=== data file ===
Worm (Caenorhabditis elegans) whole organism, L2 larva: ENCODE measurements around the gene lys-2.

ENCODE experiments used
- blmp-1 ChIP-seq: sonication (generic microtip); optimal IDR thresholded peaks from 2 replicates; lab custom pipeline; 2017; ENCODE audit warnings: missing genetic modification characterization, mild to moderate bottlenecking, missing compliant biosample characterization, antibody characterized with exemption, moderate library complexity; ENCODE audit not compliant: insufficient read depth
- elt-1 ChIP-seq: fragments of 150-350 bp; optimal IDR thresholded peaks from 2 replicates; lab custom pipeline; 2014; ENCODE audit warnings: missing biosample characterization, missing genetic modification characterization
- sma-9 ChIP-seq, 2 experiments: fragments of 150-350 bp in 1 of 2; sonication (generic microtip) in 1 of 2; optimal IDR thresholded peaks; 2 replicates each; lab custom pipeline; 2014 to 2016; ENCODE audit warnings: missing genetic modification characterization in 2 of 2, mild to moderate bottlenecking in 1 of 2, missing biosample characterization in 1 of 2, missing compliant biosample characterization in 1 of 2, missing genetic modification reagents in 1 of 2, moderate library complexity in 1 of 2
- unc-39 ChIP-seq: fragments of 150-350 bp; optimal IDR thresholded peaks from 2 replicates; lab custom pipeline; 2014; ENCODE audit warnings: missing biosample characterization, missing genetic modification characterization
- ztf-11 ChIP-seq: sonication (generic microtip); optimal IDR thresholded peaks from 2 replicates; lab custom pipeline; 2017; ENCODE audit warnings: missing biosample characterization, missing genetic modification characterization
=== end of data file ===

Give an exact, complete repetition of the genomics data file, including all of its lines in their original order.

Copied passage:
Worm (Caenorhabditis elegans) whole organism, L2 larva: ENCODE measurements around the gene lys-2.

ENCODE experiments used
- blmp-1 ChIP-seq: sonication (generic microtip); optimal IDR thresholded peaks from 2 replicates; lab custom pipeline; 2017; ENCODE audit warnings: missing genetic modification characterization, mild to moderate bottlenecking, missing compliant biosample characterization, antibody characterized with exemption, moderate library complexity; ENCODE audit not compliant: insufficient read depth
- elt-1 ChIP-seq: fragments of 150-350 bp; optimal IDR thresholded peaks from 2 replicates; lab custom pipeline; 2014; ENCODE audit warnings: missing biosample characterization, missing genetic modification characterization
- sma-9 ChIP-seq, 2 experiments: fragments of 150-350 bp in 1 of 2; sonication (generic microtip) in 1 of 2; optimal IDR thresholded peaks; 2 replicates each; lab custom pipeline; 2014 to 2016; ENCODE audit warnings: missing genetic modification characterization in 2 of 2, mild to moderate bottlenecking in 1 of 2, missing biosample characterization in 1 of 2, missing compliant biosample characterization in 1 of 2, missing genetic modification reagents in 1 of 2, moderate library complexity in 1 of 2
- unc-39 ChIP-seq: fragments of 150-350 bp; optimal IDR thresholded peaks from 2 replicates; lab custom pipeline; 2014; ENCODE audit warnings: missing biosample characterization, missing genetic modification characterization
- ztf-11 ChIP-seq: sonication (generic microtip); optimal IDR thresholded peaks from 2 replicates; lab custom pipeline; 2017; ENCODE audit warnings: missing biosample characterization, missing genetic modification characterization